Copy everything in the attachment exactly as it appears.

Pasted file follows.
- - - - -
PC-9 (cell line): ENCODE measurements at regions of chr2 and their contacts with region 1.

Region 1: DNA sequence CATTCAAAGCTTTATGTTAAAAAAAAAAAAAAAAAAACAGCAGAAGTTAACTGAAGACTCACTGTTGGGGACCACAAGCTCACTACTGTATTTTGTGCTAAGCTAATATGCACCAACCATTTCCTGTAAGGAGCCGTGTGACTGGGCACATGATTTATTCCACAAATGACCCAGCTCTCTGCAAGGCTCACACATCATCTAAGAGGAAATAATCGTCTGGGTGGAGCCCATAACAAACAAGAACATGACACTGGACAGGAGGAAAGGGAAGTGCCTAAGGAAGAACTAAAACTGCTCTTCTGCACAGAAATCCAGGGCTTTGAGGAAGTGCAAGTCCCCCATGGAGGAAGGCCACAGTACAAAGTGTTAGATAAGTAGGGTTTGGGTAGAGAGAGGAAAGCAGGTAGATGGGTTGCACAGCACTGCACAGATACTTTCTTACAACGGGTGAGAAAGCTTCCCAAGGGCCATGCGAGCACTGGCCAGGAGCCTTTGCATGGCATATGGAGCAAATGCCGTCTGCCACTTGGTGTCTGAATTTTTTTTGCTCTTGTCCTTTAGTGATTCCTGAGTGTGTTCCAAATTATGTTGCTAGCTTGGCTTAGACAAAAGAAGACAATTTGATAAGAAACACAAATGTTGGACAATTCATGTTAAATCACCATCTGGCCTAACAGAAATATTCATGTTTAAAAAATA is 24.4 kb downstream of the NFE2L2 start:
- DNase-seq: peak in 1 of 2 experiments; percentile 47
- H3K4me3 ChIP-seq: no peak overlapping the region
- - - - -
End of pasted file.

PC-9 (cell line): ENCODE measurements at regions of chr2 and their contacts with region 1.

Region 1: DNA sequence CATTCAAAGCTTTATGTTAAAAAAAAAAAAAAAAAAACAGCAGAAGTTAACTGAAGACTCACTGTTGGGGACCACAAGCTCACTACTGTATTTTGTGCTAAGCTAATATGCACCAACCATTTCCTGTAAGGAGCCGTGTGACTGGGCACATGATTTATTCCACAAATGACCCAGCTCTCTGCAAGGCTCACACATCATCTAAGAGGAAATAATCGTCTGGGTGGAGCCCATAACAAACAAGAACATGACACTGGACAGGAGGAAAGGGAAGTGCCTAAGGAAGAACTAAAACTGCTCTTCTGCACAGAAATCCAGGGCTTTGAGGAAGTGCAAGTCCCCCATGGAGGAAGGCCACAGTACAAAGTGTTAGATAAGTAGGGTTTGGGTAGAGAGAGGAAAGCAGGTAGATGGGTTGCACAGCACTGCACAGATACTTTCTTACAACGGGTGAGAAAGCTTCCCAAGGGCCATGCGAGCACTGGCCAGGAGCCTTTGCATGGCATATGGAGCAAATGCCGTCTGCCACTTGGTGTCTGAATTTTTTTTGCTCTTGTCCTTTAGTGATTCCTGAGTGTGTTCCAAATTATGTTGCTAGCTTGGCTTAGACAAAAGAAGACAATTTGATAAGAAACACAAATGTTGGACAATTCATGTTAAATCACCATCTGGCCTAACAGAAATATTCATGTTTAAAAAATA is 24.4 kb downstream of the NFE2L2 start:
- DNase-seq: peak in 1 of 2 experiments; percentile 47
- H3K4me3 ChIP-seq: no peak overlapping the region